The Toronto Blue Jays are still in the American League East basement and that is not where they were hoping to be at this point in the season. And as the late, great Yogi Berra once said, “It’s getting late early,” so unless a miracle happens, they will not be in contention in 2017.
While the season as a whole has been a disappointment for the team from north of the border, there have been a few bright spots. Among them are starting pitcher Marcus Stroman, All-Star first baseman Justin Smoak and young right-hander Roberto Osuna, the All-Star closer who’s the subject of this piece.
Osuna, who has been resplendent in 2017, throws five pitches but his fastball, slider and newly emerging cutter steal the show. Lately, that cutter, which he started throwing in 2016, has become his No. 1 pitch. Small sample sizes abound since play just resumed after the All-Star break. But out of a total of 49 pitches Osuna has thrown in a game this month, 20 have been cutters. That’s nearly 41 percent. Osuna’s cutter has also gone up from 90 mph to 91. He seems to have abandoned his changeup, which he didn’t throw that much anyway, but it’s really disappeared since April.
What might work best for Osuna is that out of his three best pitches, the cutter and the slider look similar coming out of his hand. Jeff Sullivan went in depth over at Fangraphs on Osuna, his pitches and their movement. The bottom line, according to Sullivan, is that hitters don’t know whether they’re seeing a cutter or a slider until it’s too late for them to react. That “deception” is helping him become one of the best closers in baseball.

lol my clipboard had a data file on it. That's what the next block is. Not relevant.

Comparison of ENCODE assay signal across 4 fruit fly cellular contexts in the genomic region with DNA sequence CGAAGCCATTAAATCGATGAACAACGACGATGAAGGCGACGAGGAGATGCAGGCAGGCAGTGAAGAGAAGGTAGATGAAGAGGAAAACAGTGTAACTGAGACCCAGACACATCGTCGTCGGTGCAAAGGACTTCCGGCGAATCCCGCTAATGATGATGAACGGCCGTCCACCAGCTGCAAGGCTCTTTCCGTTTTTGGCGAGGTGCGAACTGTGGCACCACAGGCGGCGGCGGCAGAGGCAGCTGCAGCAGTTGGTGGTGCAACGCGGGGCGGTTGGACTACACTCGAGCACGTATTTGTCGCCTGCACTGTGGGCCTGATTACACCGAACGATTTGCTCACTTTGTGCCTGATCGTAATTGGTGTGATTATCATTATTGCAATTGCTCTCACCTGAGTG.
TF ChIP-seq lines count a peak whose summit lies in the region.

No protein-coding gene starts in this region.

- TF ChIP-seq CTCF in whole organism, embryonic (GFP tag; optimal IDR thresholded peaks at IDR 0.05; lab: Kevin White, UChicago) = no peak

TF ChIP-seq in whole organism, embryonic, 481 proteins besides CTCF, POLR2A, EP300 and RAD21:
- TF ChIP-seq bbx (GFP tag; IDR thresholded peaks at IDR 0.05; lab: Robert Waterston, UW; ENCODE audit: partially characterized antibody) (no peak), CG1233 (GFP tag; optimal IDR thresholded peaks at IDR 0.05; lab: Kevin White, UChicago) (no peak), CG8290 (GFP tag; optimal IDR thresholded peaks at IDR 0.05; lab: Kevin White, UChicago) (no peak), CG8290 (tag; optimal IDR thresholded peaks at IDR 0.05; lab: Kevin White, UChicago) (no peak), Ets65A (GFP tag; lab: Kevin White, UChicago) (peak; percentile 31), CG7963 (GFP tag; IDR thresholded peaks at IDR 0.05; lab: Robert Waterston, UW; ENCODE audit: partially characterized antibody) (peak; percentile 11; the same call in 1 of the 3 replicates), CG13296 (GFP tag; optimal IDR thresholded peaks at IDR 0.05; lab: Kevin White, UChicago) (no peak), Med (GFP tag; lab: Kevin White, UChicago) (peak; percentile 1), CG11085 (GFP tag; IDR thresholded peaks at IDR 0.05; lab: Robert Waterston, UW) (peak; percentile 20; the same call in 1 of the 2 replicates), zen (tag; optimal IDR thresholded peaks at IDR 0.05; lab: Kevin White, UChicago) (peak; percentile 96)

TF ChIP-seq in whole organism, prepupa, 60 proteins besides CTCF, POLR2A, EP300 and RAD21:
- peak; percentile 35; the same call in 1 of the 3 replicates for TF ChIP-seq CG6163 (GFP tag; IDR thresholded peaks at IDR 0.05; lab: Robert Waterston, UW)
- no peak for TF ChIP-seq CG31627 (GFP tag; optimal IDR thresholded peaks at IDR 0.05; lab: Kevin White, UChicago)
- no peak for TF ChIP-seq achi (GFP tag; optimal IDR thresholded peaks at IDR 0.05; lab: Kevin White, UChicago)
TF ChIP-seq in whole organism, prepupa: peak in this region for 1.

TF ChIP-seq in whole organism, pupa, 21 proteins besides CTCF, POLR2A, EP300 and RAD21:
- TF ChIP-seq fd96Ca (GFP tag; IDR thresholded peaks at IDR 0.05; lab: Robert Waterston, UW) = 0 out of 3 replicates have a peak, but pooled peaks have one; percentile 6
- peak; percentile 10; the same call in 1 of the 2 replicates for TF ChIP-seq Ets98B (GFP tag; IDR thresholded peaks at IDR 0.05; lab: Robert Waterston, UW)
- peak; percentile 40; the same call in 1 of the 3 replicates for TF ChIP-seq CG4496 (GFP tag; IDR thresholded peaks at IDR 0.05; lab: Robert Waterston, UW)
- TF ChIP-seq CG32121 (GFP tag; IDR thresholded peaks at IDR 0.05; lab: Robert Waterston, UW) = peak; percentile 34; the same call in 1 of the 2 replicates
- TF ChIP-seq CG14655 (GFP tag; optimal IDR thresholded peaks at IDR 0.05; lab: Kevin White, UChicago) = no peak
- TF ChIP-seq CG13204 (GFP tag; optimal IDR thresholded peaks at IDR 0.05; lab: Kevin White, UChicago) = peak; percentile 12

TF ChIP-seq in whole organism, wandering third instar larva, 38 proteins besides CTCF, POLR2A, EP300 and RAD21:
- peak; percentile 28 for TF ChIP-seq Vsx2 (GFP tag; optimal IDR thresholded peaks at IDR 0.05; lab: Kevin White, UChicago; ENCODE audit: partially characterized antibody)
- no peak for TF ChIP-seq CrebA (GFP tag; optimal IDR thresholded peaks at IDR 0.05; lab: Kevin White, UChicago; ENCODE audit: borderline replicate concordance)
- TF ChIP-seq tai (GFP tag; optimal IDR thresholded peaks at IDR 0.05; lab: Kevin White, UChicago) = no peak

Also working for Osuna is the fact that he limits his walks. He has only three after facing 129 batters in 2017. And he’s getting batters to chase his pitches — a sure sign that batters can’t differentiate between the cutter and the slider. According to Fangraphs, his O-Swing is 47.3 percent, meaning batters are going out of the zone to swing at his pitches. He’s also throwing fewer pitches inside the strike zone (about 40 percent) but that doesn’t affect him adversely because batters still swing at balls.
Three weeks ago, Osuna revealed that he was dealing with an anxiety issue off the field and wasn’t sure then when he would return to the field. He earned praise in and out of baseball for being so open about an issue few people are willing to discuss. Mental health issues are too often considered a sign of weakness, especially in sports, but the 22-year-old was brave, opening up to reporters about how he was feeling. Osuna came back the next day and hasn’t slowed down since. In fact, his ERA has gone down in every appearance since then and is now a minuscule 2.06.
Not afraid to execute his pitches, Osuna is keeping hitters off balance at the plate and keeping them off the bases while becoming one of the best relievers in the majors. It’s unfortunate that his team isn’t playing up to the same level.
(Numbers are before Friday’s action.)
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